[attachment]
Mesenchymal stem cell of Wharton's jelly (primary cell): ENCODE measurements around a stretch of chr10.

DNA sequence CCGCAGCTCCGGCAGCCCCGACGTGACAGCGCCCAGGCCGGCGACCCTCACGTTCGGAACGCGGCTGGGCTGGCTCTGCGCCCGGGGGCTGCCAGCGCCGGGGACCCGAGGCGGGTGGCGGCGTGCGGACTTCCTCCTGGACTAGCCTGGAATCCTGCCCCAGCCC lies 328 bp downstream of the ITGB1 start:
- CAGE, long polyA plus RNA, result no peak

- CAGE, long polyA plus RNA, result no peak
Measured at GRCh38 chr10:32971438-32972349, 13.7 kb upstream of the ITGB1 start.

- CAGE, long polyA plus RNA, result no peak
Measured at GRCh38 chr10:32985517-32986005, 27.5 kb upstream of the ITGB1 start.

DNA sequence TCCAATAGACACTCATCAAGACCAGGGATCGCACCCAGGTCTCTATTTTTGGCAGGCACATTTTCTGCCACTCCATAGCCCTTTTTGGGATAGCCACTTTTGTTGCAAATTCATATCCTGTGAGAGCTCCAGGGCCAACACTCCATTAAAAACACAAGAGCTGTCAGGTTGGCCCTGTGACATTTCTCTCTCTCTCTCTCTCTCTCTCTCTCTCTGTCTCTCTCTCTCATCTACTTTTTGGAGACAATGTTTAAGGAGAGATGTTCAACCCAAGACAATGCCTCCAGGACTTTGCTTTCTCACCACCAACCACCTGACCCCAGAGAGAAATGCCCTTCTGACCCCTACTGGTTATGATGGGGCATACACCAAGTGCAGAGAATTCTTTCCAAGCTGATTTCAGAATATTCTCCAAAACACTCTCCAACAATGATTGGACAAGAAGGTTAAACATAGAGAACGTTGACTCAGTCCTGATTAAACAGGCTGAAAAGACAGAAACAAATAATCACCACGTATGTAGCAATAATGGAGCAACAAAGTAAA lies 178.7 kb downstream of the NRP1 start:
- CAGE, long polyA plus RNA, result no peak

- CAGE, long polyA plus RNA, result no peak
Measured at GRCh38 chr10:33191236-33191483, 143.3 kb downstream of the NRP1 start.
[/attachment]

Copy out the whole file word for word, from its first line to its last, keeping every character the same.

Mesenchymal stem cell of Wharton's jelly (primary cell): ENCODE measurements around a stretch of chr10.

DNA sequence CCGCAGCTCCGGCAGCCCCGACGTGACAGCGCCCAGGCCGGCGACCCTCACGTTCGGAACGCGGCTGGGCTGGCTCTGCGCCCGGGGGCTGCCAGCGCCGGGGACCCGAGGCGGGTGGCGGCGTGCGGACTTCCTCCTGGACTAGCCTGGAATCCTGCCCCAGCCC lies 328 bp downstream of the ITGB1 start:
- CAGE, long polyA plus RNA, result no peak

- CAGE, long polyA plus RNA, result no peak
Measured at GRCh38 chr10:32971438-32972349, 13.7 kb upstream of the ITGB1 start.

- CAGE, long polyA plus RNA, result no peak
Measured at GRCh38 chr10:32985517-32986005, 27.5 kb upstream of the ITGB1 start.

DNA sequence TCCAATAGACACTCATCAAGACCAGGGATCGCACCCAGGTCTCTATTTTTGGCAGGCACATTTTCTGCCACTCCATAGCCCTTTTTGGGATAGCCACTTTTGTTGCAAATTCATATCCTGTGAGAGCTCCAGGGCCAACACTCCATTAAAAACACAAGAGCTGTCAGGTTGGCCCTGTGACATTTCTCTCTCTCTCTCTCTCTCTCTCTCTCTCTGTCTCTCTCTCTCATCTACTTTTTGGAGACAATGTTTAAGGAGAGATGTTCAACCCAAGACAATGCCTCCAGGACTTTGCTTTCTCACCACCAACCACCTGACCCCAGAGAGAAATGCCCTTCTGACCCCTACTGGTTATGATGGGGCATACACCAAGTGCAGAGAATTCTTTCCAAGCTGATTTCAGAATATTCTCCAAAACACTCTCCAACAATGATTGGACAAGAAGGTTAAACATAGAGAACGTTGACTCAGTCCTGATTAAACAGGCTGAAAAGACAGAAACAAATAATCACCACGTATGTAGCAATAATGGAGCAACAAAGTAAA lies 178.7 kb downstream of the NRP1 start:
- CAGE, long polyA plus RNA, result no peak

- CAGE, long polyA plus RNA, result no peak
Measured at GRCh38 chr10:33191236-33191483, 143.3 kb downstream of the NRP1 start.